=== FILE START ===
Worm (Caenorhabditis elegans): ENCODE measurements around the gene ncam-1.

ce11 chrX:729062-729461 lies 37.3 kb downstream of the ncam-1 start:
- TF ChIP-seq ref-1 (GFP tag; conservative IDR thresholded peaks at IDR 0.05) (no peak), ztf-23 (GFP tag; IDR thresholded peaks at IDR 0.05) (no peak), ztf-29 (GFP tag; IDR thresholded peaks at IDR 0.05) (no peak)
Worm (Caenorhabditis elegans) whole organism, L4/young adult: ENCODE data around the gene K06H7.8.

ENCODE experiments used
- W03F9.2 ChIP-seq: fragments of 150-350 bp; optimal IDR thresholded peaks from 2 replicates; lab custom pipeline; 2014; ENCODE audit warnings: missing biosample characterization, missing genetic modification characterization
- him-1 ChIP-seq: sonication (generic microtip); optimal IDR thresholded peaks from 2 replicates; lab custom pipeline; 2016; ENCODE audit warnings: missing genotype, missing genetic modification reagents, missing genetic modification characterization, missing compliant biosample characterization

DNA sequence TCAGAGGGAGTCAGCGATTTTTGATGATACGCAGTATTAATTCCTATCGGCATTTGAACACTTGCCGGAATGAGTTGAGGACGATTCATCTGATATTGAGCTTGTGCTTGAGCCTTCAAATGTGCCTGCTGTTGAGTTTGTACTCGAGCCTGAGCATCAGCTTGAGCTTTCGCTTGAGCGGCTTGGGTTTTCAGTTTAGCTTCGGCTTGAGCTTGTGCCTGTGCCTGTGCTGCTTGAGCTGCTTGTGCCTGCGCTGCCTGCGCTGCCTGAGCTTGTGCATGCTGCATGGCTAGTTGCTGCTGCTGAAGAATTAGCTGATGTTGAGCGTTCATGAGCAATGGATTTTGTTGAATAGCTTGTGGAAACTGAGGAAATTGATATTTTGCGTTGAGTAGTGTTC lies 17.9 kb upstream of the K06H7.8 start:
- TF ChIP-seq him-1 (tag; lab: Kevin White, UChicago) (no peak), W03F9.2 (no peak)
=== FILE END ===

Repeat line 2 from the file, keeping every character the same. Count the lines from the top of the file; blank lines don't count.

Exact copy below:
ce11 chrX:729062-729461 lies 37.3 kb downstream of the ncam-1 start: